»You smile,« says Nicolai Foss, while he paces back and forth in front of the audience.
»And you can ask yourself whether something so obviously ludicrous can have any real effect? Is this not just something that takes place in the ivory tower of academia?«
»The thing about towers is that things can fall out of them. Much of this miserable stuff comes out of the universities, in particular the humanities, and sometimes they end up in the rest of society. You should not take anti-scientific research lightly.«
He calls on his fellow researchers to stand up and to join the cultural struggle for scientific values at the universities.
Many of the ills are already prevalent on the political science programme at the University of Copenhagen, says Christian Holst Vigilius, national chairman of the Conservative Students group.
He describes his programme as a left-wing, feminist and identity-political cloud-cuckoo land that both students and researchers are deeply embedded in.
»There are some perceptions of reality that are dominant, which the students have taken on. A short example: I don’t know how many times an instructor has complained that there are too many white, old men on the syllabus.«
»No way,« exclaims one member of the audience, while several others shuffle around in their chairs.
Henrik Dahl nods, smiles and itches his beard.
»Yes, this has happened many times!« says Christian Holst Vigilius.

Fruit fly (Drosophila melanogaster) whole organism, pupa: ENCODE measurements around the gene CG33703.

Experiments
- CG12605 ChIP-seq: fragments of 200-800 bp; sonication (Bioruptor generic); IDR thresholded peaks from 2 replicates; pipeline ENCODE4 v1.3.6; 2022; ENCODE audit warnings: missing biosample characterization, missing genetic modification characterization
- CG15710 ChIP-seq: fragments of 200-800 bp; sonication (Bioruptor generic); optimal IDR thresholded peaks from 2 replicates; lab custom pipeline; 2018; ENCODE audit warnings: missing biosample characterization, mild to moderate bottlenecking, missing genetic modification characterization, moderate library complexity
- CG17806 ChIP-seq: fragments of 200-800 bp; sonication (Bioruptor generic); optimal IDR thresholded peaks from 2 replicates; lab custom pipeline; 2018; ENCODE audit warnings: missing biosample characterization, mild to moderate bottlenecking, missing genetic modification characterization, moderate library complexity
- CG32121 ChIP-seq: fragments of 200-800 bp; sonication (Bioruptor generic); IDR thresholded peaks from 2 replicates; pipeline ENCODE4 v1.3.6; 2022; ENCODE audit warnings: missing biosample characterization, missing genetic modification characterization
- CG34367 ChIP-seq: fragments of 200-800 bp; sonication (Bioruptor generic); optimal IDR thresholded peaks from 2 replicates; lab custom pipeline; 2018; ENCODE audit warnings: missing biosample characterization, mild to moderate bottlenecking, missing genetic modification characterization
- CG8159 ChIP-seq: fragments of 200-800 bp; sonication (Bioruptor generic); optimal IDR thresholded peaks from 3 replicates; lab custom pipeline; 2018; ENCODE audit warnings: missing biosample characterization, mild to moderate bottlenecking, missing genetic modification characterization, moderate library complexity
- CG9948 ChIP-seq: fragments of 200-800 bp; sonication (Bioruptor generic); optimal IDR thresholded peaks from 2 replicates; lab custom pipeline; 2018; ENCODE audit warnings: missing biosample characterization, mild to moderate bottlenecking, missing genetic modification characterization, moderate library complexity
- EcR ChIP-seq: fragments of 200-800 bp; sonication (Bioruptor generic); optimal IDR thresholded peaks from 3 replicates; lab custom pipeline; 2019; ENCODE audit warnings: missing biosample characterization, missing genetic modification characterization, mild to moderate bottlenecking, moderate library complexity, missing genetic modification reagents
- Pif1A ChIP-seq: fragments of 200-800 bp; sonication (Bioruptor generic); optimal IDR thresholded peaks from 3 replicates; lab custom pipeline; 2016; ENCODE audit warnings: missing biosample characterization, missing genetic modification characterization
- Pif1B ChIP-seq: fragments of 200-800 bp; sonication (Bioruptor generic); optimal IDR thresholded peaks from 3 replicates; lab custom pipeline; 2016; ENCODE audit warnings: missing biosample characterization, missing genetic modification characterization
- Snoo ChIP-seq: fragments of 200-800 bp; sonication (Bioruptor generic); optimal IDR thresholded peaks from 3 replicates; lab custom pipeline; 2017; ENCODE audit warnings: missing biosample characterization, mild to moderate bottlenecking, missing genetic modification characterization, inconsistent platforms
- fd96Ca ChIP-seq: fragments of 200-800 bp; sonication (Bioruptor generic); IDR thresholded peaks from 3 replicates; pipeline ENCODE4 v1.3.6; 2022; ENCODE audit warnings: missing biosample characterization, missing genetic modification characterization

This is an example of how the identity politics of the universities threatens society as a whole, he reckons. As the students of political science are the politicians and government officials of the future.
»A generation of academics is indoctrinated in these feminist and identity-political ideologies, and it is an elite that has a large influence on how society will develop.«
»We need to do everything we can to fight this totalitarian identity politics movement.«
Most people in the room agree. Praise each other, laugh and nod. But in the middle of the room there is one participant who does not share the perception that identity politics is the greatest threat to the universities.
In fact, Laura Horn, an associate professor of political economics at Roskilde University, is one of the initiators of the open letter that criticised the politicians for adopting Dahl and Messerschmidt’s text on excessive activism.
She is disappointed with this hearing, she says to the University Post.
»I came here because I had hoped to hear some good, evidence-based arguments, because I think the discussion is important and relevant. Instead, there was a lot of ridicule, and a number of absurd examples that are difficult to discuss. It was a missed opportunity.«
»I am more afraid that this discussion will lead to more political intervention into the universities. This is the real threat
And there may be more political intervention on the way.
The Danish parliament is debating a proposal to set up a national research board that will »strengthen the effort against questionable research practice and scientific dishonesty«. And there is a consultation on the way about the so-called Chicago principles, Henrik Dahl says to the University Post.
He supports both initiatives.
But he rejects the idea that there is a need for more legislation on the universities. As long as the universities themselves fight the activist research.
»Legislation is only needed if university managements do not intervene. If everyone does like the University of Southern Denmark (SDU), we are happy. Then we have achieved our purpose,« says Henrik Dahl, and mentions that SDU has started to write down their values with a focus on academic freedom.
»What we find hard to accept is the claim that the freedom of speech is not under strain. Because it is.«